It said that Morsi “died today in the courtroom after he asked to speak, and was allowed to speak,” and that after the session was adjourned, he passed out and subsequently died.
Morsi’s death drew swift and inevitable attention to the country’s harsh jailhouse conditions and the plight of its many political prisoners, estimated by rights groups to number more than 40,000.
Sarah Leah Whitson, executive director for Human Rights Watch’s Middle East and North Africa division, tweeted that the former president dying in custody was “entirely predictable.”
Amy Hawthorne, research director at the Project on Middle East Democracy, said it was unknown whether the death was preventable, but she added: “What is known is that Morsi suffered from chronic diabetes and was repeatedly denied medical treatment, and was detained in inhumane conditions.”
Amnesty International, in a statement, called for a full investigation of Morsi’s treatment in prison.
The conditions of Morsi’s imprisonment were also the subject of repeated complaints from his family. His youngest son, Abdullah Morsi, said in an interview with Agence France-Presse last year that his father was in solitary confinement and that medical conditions including high blood pressure and diabetes were going untreated.
Another son, Ahmed Mohamed Morsi, posted on Facebook about the death. “Dad, we will meet again with God,” he wrote.
Mohamed Morsi was born in 1951 in a sleepy village in Egypt’s Nile Delta. He came to the capital to study engineering at Cairo University, then moved to the United States for graduate school at USC. Before beginning his political career in 2000 with his election to Egypt’s parliament, he lived the life of an academic, with teaching stints at Cal State Northridge and later at an Egyptian university.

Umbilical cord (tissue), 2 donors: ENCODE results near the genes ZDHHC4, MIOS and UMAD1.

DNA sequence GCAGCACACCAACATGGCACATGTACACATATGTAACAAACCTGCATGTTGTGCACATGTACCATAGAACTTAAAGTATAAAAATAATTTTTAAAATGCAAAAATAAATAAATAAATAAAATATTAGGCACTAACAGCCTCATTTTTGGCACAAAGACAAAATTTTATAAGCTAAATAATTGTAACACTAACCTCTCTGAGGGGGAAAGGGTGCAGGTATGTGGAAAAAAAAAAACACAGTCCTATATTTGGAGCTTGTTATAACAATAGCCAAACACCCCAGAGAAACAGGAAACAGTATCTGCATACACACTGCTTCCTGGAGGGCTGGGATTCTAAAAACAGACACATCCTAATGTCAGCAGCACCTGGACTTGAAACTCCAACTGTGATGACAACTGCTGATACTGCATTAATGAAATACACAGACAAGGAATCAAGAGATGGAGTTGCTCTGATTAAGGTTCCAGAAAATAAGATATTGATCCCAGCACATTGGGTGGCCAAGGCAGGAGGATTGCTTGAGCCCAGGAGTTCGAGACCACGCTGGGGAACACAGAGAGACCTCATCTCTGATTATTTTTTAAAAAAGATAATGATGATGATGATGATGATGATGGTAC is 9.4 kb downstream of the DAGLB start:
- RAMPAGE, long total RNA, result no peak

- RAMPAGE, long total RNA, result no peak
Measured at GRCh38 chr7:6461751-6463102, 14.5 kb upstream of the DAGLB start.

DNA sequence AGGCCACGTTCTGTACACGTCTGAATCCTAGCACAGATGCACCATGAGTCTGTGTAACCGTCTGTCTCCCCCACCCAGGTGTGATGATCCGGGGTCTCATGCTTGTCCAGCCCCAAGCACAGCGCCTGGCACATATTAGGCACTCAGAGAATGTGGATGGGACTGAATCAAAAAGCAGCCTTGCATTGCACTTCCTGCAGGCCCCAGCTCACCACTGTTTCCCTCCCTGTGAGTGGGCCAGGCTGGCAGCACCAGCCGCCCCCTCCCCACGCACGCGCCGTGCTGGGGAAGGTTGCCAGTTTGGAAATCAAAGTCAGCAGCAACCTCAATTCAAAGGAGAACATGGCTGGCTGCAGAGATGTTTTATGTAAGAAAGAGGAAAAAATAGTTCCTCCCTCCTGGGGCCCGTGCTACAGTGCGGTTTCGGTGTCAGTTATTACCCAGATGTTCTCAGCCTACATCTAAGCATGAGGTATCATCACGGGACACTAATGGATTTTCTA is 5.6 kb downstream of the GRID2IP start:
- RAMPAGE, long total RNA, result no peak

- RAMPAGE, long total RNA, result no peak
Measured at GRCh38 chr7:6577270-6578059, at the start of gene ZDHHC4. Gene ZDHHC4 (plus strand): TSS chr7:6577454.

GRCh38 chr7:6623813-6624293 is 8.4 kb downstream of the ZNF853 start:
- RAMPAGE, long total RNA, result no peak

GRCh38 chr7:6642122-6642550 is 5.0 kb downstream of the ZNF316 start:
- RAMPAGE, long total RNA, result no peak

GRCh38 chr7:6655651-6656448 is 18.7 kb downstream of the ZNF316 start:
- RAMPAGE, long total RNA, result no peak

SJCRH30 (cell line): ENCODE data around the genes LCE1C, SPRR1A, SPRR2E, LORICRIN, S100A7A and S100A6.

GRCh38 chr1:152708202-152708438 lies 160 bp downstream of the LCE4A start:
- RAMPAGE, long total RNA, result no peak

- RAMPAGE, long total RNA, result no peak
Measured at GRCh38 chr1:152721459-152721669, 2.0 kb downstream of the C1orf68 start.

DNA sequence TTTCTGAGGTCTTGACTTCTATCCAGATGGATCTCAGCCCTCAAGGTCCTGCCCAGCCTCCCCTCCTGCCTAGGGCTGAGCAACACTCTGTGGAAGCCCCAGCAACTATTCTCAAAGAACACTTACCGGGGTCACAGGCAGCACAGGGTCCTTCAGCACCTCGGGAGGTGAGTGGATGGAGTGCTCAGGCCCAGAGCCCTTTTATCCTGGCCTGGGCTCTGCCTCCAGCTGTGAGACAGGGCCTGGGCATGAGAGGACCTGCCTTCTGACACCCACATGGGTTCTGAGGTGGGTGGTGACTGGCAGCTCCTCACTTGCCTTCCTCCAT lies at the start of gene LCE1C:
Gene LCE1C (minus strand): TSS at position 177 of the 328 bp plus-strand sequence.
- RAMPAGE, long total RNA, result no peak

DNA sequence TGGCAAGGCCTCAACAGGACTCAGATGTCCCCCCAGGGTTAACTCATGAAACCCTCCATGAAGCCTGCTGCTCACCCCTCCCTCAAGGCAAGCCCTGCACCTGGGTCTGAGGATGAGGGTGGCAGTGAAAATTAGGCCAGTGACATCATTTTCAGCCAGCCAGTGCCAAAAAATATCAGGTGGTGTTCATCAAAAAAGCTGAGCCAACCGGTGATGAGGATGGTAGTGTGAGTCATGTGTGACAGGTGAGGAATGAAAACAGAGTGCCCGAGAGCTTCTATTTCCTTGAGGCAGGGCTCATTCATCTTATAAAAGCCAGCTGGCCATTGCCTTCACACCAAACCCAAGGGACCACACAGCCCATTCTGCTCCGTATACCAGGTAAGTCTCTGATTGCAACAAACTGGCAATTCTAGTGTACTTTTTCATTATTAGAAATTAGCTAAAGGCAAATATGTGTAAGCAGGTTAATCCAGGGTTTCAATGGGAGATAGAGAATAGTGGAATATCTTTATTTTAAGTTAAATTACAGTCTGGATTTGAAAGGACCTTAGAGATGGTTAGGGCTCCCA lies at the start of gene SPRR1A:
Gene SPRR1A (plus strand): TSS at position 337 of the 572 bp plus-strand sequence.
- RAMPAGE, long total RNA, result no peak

In Egypt’s landmark 2012 election, Morsi wasn’t the Brotherhood’s first choice to stand as a presidential candidate. But another leader’s plans fell through, and Morsi ended up not only as candidate but also as a dark-horse winner. His government, however, was inept and heavy-handed, and by the summer of 2013, there were massive street protests against him.
The army stepped in to remove him in what Morsi denounced as a coup.
That designation was never accepted by the Obama administration, in part because it would have triggered automatic aid cuts for Egypt, an important regional strategic partner of the U.S. Human rights concerns voiced by Washington amid the sweeping crackdown on the Brotherhood became much more muted after President Trump took office in 2017.
Trump has twice welcomed Sisi in the Oval Office, most recently in April. Ahead of the visit, a bipartisan congressional group sought to call attention to the Egyptian leader’s human rights record and efforts to change the constitution to allow him to stay in office until 2034.
Trump said at the time he did not know about the parliamentary move in Egypt to drastically extend Sisi’s tenure.
“I think he’s doing a great job,” he told reporters. “I don’t know about the effort, I can just tell you he is doing a great job ... great president.”
The death Monday highlighted still-simmering regional tensions over Morsi’s removal from office and the crackdown on the Brotherhood. Turkish President Recep Tayyip Erdogan, one of his staunchest supporters, likened the death to an execution.
“I ask God for mercy for Morsi, our brother, our martyr,” Erdogan told reporters in Istanbul, Turkey. He called the 2013 government takeover a coup and accused the West of remaining silent on the jailing and execution of political prisoners.
Thousands of Egyptians who feared arrest for ties to the Muslim Brotherhood fled the country after 2013, settling in Turkey. The Ankara government for a time cut diplomatic relations with Cairo, saying the legitimate president was still Morsi.
In Turkey, some members of Morsi’s former Cabinet and Brotherhood-affiliated lawmakers set up a self-declared parliament in exile, and several television channels still broadcast from Istanbul expressing support for the movement.
Special correspondent Islam reported from Cairo and Times staff writer King from Washington. Special correspondent Umar Farooq in Istanbul contributed to this report.